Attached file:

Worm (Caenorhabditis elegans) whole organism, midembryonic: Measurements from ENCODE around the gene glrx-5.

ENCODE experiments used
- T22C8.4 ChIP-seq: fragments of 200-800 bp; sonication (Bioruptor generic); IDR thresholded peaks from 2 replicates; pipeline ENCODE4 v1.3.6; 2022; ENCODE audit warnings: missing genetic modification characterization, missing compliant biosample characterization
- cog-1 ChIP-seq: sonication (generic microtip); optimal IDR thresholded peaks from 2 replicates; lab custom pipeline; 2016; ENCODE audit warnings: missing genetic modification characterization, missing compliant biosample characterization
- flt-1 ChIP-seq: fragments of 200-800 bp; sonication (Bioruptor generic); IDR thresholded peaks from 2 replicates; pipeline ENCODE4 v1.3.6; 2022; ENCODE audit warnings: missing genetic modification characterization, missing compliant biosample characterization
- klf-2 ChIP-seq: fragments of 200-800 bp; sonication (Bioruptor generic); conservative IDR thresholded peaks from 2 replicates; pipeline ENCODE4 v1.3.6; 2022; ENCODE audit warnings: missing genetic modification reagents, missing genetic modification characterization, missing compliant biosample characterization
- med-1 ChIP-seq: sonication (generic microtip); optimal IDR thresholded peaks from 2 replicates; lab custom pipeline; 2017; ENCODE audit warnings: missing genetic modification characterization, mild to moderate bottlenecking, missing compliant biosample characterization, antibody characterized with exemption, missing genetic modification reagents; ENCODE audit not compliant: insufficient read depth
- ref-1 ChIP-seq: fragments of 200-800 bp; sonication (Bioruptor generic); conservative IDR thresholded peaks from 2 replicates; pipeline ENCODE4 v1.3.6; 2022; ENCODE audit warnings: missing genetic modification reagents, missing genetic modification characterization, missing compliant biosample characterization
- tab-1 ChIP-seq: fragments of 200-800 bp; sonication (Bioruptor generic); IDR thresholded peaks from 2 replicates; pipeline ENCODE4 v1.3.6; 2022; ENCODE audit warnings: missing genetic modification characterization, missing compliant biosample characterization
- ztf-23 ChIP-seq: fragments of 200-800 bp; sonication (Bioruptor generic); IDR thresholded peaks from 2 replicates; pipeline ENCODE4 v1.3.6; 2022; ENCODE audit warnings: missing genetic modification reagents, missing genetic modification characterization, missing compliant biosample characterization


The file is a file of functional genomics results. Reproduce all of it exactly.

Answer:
Worm (Caenorhabditis elegans) whole organism, midembryonic: Measurements from ENCODE around the gene glrx-5.

ENCODE experiments used
- T22C8.4 ChIP-seq: fragments of 200-800 bp; sonication (Bioruptor generic); IDR thresholded peaks from 2 replicates; pipeline ENCODE4 v1.3.6; 2022; ENCODE audit warnings: missing genetic modification characterization, missing compliant biosample characterization
- cog-1 ChIP-seq: sonication (generic microtip); optimal IDR thresholded peaks from 2 replicates; lab custom pipeline; 2016; ENCODE audit warnings: missing genetic modification characterization, missing compliant biosample characterization
- flt-1 ChIP-seq: fragments of 200-800 bp; sonication (Bioruptor generic); IDR thresholded peaks from 2 replicates; pipeline ENCODE4 v1.3.6; 2022; ENCODE audit warnings: missing genetic modification characterization, missing compliant biosample characterization
- klf-2 ChIP-seq: fragments of 200-800 bp; sonication (Bioruptor generic); conservative IDR thresholded peaks from 2 replicates; pipeline ENCODE4 v1.3.6; 2022; ENCODE audit warnings: missing genetic modification reagents, missing genetic modification characterization, missing compliant biosample characterization
- med-1 ChIP-seq: sonication (generic microtip); optimal IDR thresholded peaks from 2 replicates; lab custom pipeline; 2017; ENCODE audit warnings: missing genetic modification characterization, mild to moderate bottlenecking, missing compliant biosample characterization, antibody characterized with exemption, missing genetic modification reagents; ENCODE audit not compliant: insufficient read depth
- ref-1 ChIP-seq: fragments of 200-800 bp; sonication (Bioruptor generic); conservative IDR thresholded peaks from 2 replicates; pipeline ENCODE4 v1.3.6; 2022; ENCODE audit warnings: missing genetic modification reagents, missing genetic modification characterization, missing compliant biosample characterization
- tab-1 ChIP-seq: fragments of 200-800 bp; sonication (Bioruptor generic); IDR thresholded peaks from 2 replicates; pipeline ENCODE4 v1.3.6; 2022; ENCODE audit warnings: missing genetic modification characterization, missing compliant biosample characterization
- ztf-23 ChIP-seq: fragments of 200-800 bp; sonication (Bioruptor generic); IDR thresholded peaks from 2 replicates; pipeline ENCODE4 v1.3.6; 2022; ENCODE audit warnings: missing genetic modification reagents, missing genetic modification characterization, missing compliant biosample characterization